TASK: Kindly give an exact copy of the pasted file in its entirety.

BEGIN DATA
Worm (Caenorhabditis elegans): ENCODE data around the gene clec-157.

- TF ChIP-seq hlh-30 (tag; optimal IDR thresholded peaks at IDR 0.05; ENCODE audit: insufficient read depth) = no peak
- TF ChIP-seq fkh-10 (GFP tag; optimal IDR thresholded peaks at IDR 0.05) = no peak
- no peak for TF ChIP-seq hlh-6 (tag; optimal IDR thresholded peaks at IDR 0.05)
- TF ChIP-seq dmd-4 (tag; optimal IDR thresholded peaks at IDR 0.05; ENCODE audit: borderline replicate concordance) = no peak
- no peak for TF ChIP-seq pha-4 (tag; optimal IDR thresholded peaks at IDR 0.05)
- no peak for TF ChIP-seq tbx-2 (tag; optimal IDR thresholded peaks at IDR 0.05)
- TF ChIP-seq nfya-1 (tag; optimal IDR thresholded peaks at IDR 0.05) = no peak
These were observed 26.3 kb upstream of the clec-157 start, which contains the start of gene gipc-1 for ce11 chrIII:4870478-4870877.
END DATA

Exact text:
Worm (Caenorhabditis elegans): ENCODE data around the gene clec-157.

- TF ChIP-seq hlh-30 (tag; optimal IDR thresholded peaks at IDR 0.05; ENCODE audit: insufficient read depth) = no peak
- TF ChIP-seq fkh-10 (GFP tag; optimal IDR thresholded peaks at IDR 0.05) = no peak
- no peak for TF ChIP-seq hlh-6 (tag; optimal IDR thresholded peaks at IDR 0.05)
- TF ChIP-seq dmd-4 (tag; optimal IDR thresholded peaks at IDR 0.05; ENCODE audit: borderline replicate concordance) = no peak
- no peak for TF ChIP-seq pha-4 (tag; optimal IDR thresholded peaks at IDR 0.05)
- no peak for TF ChIP-seq tbx-2 (tag; optimal IDR thresholded peaks at IDR 0.05)
- TF ChIP-seq nfya-1 (tag; optimal IDR thresholded peaks at IDR 0.05) = no peak
These were observed 26.3 kb upstream of the clec-157 start, which contains the start of gene gipc-1 for ce11 chrIII:4870478-4870877.